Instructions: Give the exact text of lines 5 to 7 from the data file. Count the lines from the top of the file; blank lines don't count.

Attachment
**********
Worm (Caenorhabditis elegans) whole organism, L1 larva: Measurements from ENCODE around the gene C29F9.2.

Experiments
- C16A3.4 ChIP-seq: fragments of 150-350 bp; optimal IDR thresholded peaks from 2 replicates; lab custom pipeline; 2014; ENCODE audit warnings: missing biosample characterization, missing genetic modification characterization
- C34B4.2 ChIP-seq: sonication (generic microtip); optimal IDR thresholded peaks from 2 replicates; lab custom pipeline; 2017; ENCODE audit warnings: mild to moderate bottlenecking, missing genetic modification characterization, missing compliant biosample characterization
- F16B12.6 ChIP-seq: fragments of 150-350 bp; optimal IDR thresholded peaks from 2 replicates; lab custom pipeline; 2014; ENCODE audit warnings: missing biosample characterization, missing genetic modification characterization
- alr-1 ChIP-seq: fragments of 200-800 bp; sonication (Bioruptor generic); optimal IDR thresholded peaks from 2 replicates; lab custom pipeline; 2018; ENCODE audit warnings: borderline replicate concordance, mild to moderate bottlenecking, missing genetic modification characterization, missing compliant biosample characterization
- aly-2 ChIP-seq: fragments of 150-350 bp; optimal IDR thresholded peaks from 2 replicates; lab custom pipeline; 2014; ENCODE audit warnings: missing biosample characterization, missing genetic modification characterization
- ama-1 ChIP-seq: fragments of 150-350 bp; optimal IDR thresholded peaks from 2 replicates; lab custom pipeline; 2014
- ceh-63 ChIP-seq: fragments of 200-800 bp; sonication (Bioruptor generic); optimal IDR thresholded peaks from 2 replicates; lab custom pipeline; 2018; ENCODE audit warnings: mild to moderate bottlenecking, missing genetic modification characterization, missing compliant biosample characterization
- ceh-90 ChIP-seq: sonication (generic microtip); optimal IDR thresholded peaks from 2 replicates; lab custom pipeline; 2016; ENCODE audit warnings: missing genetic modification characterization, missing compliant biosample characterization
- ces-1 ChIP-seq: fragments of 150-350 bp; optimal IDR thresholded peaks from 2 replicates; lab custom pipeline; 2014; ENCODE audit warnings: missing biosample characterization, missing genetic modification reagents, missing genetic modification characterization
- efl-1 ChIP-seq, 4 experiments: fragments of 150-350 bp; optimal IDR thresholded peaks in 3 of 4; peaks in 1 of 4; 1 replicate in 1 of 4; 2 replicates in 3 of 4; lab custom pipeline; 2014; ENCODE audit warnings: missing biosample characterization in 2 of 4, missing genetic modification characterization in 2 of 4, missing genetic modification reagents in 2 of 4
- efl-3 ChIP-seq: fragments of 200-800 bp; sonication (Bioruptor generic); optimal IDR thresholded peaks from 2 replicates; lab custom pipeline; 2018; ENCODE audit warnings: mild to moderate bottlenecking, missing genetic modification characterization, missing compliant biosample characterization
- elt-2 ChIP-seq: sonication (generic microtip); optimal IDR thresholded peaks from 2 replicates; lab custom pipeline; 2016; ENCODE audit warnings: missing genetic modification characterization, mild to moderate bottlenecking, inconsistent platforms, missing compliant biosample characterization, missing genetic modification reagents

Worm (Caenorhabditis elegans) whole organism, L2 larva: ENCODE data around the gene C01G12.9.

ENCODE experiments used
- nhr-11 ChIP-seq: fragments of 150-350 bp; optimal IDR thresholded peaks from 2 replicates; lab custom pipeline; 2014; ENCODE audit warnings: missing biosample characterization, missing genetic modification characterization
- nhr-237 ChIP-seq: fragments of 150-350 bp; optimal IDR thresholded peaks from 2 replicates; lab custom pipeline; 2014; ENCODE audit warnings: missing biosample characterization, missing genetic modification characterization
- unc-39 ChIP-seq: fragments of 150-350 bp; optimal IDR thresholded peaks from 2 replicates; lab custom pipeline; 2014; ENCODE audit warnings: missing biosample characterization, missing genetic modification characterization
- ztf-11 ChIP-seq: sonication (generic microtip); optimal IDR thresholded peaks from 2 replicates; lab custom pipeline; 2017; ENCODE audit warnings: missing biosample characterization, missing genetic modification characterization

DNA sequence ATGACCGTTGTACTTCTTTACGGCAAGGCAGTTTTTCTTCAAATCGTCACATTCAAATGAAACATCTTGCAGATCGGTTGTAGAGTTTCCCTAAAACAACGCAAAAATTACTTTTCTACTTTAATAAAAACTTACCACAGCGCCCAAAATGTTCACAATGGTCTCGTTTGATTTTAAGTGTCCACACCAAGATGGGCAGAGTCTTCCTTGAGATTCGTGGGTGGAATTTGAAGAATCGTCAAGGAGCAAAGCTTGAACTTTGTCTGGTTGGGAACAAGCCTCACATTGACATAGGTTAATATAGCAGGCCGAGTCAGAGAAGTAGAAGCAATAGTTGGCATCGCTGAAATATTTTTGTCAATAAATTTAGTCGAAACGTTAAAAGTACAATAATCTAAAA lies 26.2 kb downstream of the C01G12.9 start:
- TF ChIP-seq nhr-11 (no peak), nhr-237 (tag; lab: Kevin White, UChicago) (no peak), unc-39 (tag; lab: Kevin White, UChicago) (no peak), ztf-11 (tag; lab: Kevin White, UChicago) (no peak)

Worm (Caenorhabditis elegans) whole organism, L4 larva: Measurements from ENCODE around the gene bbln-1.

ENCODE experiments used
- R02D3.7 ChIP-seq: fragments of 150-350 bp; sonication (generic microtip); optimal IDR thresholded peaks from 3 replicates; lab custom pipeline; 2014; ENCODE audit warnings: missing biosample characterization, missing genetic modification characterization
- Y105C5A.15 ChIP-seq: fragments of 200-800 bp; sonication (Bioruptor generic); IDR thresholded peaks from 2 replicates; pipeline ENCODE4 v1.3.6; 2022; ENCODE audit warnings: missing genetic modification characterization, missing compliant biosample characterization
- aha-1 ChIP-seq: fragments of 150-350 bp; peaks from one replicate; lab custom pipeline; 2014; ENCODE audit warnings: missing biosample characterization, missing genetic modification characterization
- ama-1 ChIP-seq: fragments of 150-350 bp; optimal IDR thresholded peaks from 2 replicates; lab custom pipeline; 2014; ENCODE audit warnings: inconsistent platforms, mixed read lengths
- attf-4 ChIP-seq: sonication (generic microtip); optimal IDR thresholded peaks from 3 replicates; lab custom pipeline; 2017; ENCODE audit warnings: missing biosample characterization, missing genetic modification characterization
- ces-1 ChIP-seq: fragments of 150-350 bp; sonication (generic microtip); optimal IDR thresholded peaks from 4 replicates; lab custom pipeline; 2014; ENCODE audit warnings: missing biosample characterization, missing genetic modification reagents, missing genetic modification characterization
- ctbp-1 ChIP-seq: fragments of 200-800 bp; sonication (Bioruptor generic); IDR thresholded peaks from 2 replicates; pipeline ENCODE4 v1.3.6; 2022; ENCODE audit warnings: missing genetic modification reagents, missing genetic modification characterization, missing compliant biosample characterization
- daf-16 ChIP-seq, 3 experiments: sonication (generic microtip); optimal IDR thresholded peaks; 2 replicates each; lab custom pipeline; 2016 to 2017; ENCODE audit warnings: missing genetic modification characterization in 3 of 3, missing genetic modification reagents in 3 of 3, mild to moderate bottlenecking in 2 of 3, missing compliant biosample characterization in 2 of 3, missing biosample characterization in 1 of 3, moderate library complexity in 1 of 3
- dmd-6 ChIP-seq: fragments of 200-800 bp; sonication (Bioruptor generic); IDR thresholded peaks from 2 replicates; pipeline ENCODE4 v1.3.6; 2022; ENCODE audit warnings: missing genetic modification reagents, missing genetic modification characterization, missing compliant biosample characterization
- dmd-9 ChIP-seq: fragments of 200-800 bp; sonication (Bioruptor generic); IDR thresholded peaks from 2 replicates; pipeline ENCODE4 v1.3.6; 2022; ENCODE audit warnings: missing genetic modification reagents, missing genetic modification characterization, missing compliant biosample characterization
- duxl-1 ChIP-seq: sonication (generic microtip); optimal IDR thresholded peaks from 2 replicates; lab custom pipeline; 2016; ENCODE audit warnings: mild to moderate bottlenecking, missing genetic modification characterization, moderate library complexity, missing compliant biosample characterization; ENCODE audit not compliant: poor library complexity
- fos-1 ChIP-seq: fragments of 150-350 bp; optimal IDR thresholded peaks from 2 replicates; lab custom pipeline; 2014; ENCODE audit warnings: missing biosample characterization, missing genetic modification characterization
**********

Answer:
- F16B12.6 ChIP-seq: fragments of 150-350 bp; optimal IDR thresholded peaks from 2 replicates; lab custom pipeline; 2014; ENCODE audit warnings: missing biosample characterization, missing genetic modification characterization
- alr-1 ChIP-seq: fragments of 200-800 bp; sonication (Bioruptor generic); optimal IDR thresholded peaks from 2 replicates; lab custom pipeline; 2018; ENCODE audit warnings: borderline replicate concordance, mild to moderate bottlenecking, missing genetic modification characterization, missing compliant biosample characterization
- aly-2 ChIP-seq: fragments of 150-350 bp; optimal IDR thresholded peaks from 2 replicates; lab custom pipeline; 2014; ENCODE audit warnings: missing biosample characterization, missing genetic modification characterization